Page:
Lemma 1.

Suppose that we have labeled samples and unlabeled samples. Provided that , the estimator provided in Algorithm 2 guarantees that


with probability at least .

This is similar to the bound in Foster et al. [15] (with slightly improved inverse dependences on the threshold due to the relative simplicity of the MAB-vs-linear CB setting), except that we are not assuming any spectral conditions on and we incur an extra additive term of in the estimation error arising from the bias induced by the thresholding operator. For comparison, the bound provided in Foster et al. [15] is for the choice


but only holds if we have .

Before proving Lemma 1, we sketch how it leads to the statement provided in Theorem 1. We follow the outline that is given in Appendix C.2.4 of Foster et al. [15]. An examination of that proof, specialized to the case of model classes (in our case, MAB and linear CB), demonstrates that the dominant terms in the overall regret under the complex model (see, e.g. Eqs. (19), (20), (21) and (22) in Appendix C.2.4 of [15]) are given by

where denotes the set of designated exploration rounds. We set to be the forced exploration parameter (as defined in Algorithm 1), and specify a choice of subsequently. Just as in [15], we then have with probability at least . Plugging and into Lemma 1 then gives us

with probability at least . Note that the extra term comes from the estimation error due to misspecification (bias) that we now incur. We now need to select the truncation amount and the exploration factor to minimize the above expression. One way of doing this is given by equating the third and fourth terms (ignoring universal constants and log factors). This gives us . Substituting this into the above gives us

and further substituting gives us

which clearly satisfies the form for the case .

Now that we understand how Lemma 1 leads to Theorem 1, let us prove it.


Before beginning the proof, we define a term called the truncated square-loss gap as below:


We also recall that we defined and , where recall that is the truncated second moment estimate. The proof is carried out in three distinct steps:

  1. Upper-bounding , the “variance” estimation error arising from samples.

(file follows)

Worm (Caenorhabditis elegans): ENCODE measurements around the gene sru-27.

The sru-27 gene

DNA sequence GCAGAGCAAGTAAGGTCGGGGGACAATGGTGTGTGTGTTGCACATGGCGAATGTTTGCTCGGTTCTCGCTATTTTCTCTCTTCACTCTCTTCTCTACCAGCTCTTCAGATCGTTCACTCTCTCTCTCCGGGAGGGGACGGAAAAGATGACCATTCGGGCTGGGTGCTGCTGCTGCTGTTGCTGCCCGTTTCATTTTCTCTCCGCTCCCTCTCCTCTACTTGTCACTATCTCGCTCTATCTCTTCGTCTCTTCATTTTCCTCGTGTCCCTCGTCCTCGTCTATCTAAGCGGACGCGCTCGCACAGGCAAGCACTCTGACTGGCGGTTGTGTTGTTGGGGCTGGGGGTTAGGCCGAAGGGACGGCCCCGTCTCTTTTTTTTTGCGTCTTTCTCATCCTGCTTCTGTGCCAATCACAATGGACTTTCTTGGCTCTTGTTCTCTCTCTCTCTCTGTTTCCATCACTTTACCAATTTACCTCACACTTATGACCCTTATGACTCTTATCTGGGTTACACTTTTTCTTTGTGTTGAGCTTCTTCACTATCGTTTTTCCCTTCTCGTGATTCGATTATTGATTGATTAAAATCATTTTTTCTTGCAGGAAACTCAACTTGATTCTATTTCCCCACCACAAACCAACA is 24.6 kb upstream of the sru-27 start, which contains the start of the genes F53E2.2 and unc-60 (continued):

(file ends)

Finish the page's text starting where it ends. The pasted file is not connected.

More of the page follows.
2. Upper-bounding , the bias-term with respect to the truncated squared loss gap.

  3. Upper-bounding , the bias arising from truncation.

1. Upper-bounding . We note that . We consider the random vector

and show that it is sub-exponential with parameter . This follows because , where the second-last inequality follows by the definition of the truncation operator.

Thus, using the sub-exponential tail bound just as in [15, Lemma 17], we get

Now, we note that . Therefore, we apply the AM-GM inequality to deduce that


2. Upper-bounding . We denote as shorthand. It is then easy to verify that and . Then, following an identical sequence of steps to [15], we get

We now state and prove the following lemma on operator norm control.

Lemma 2.

We have


where we denote as shorthand.

Note that substituting Lemma 2 above directly gives us


We will prove Lemma 2 at the end of this proof.

3. Upper-bounding . Observe that

This directly implies that

where the second inequality follows because we have assumed bounded signal, i.e. . It remains to control the operator norm terms above. We denote , and note that . Thus, we get

Putting these together gives us


Thus, putting together Equations (12), (14) and (15) completes the proof. It only remains to prove Lemma 2, which we now do. ∎

Proof of Lemma 2.

First, recall that , and so we really want to upper bound the quantity . It is well known (see, e.g. [8]) that for any positive semidefinite matrix , the operator is a proximal operator with respect to the convex nuclear norm functional. The non-expansiveness of proximal operators then gives us

with probability at least . Here, the last step follows by standard arguments on the concentration of the empirical covariance matrix. Recall that we defined as shorthand.

We will now use this to show that Equation (13) holds. We have . By the sub-multiplicative property of the operator norm, we then get

where the second-to-last inequality is a consequence of the definition of the truncation operation. This shows Equation (13), and completes the proof. ∎

Appendix B Proof of Theorem 2


Our proof constitutes a deterministic proof working on various events used in Chatterji et al. [9] and Foster et al. [15] as well as additional high-probability events that we will define. Recall that for each value of , we defined the filtration .


We begin the analysis by providing a common lemma for both cases that will characterize a high-probability regret bound as a functional of two random quantities: a) , the number of designated exploration rounds that we use for fast estimation, and , the total number of forced-exploration rounds. Here, we define

It is easy to verify that by definition, we have . Indeed, recall from the pseudocode in Algorithm 3 that we defined

We first state our guarantee on estimation error. For any , we define

Lemma 3.

For every , we have


with probability at least , and is the adjusted square loss gap given by

and was defined in Equation (5).


This proof essentially constitutes a martingale adaptation of the proof of fast estimation in [15]. Let denote the random stopping time at which exploration samples have been collected. Moreover, let denote the (again random) times at which exploration samples were collected, and denote the corresponding actions that were taken. Then, we define a time-averaged covariance matrix as

for every value of . We state the following technical lemma, which is proved in Appendix D and critically uses the fact that the rounds on which is picked as a sole consequence of well-conditioning of the context (i.e. if and ) are filtered out of the considered exploration set